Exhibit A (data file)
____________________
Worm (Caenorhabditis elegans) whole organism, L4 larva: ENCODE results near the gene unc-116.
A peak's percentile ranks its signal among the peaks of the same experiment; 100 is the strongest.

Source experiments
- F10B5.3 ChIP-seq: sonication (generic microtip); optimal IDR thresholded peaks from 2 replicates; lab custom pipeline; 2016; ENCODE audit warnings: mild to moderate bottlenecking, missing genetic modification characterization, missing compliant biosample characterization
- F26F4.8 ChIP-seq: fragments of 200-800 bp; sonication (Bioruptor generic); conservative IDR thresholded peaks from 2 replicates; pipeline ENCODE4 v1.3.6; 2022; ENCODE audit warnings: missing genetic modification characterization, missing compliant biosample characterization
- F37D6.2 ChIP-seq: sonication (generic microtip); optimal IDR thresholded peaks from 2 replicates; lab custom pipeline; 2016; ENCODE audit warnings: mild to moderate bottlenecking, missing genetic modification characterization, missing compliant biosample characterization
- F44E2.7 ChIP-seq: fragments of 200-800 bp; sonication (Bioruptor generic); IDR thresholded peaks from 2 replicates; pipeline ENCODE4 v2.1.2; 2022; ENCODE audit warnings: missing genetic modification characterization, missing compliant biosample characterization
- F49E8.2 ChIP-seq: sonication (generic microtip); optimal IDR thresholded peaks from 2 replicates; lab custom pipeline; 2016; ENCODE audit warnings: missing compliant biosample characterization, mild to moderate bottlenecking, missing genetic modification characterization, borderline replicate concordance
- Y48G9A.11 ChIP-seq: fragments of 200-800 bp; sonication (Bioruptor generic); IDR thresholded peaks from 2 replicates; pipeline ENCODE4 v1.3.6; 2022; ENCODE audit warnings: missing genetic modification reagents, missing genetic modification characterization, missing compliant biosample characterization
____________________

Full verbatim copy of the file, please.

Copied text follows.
Worm (Caenorhabditis elegans) whole organism, L4 larva: ENCODE results near the gene unc-116.
A peak's percentile ranks its signal among the peaks of the same experiment; 100 is the strongest.

Source experiments
- F10B5.3 ChIP-seq: sonication (generic microtip); optimal IDR thresholded peaks from 2 replicates; lab custom pipeline; 2016; ENCODE audit warnings: mild to moderate bottlenecking, missing genetic modification characterization, missing compliant biosample characterization
- F26F4.8 ChIP-seq: fragments of 200-800 bp; sonication (Bioruptor generic); conservative IDR thresholded peaks from 2 replicates; pipeline ENCODE4 v1.3.6; 2022; ENCODE audit warnings: missing genetic modification characterization, missing compliant biosample characterization
- F37D6.2 ChIP-seq: sonication (generic microtip); optimal IDR thresholded peaks from 2 replicates; lab custom pipeline; 2016; ENCODE audit warnings: mild to moderate bottlenecking, missing genetic modification characterization, missing compliant biosample characterization
- F44E2.7 ChIP-seq: fragments of 200-800 bp; sonication (Bioruptor generic); IDR thresholded peaks from 2 replicates; pipeline ENCODE4 v2.1.2; 2022; ENCODE audit warnings: missing genetic modification characterization, missing compliant biosample characterization
- F49E8.2 ChIP-seq: sonication (generic microtip); optimal IDR thresholded peaks from 2 replicates; lab custom pipeline; 2016; ENCODE audit warnings: missing compliant biosample characterization, mild to moderate bottlenecking, missing genetic modification characterization, borderline replicate concordance
- Y48G9A.11 ChIP-seq: fragments of 200-800 bp; sonication (Bioruptor generic); IDR thresholded peaks from 2 replicates; pipeline ENCODE4 v1.3.6; 2022; ENCODE audit warnings: missing genetic modification reagents, missing genetic modification characterization, missing compliant biosample characterization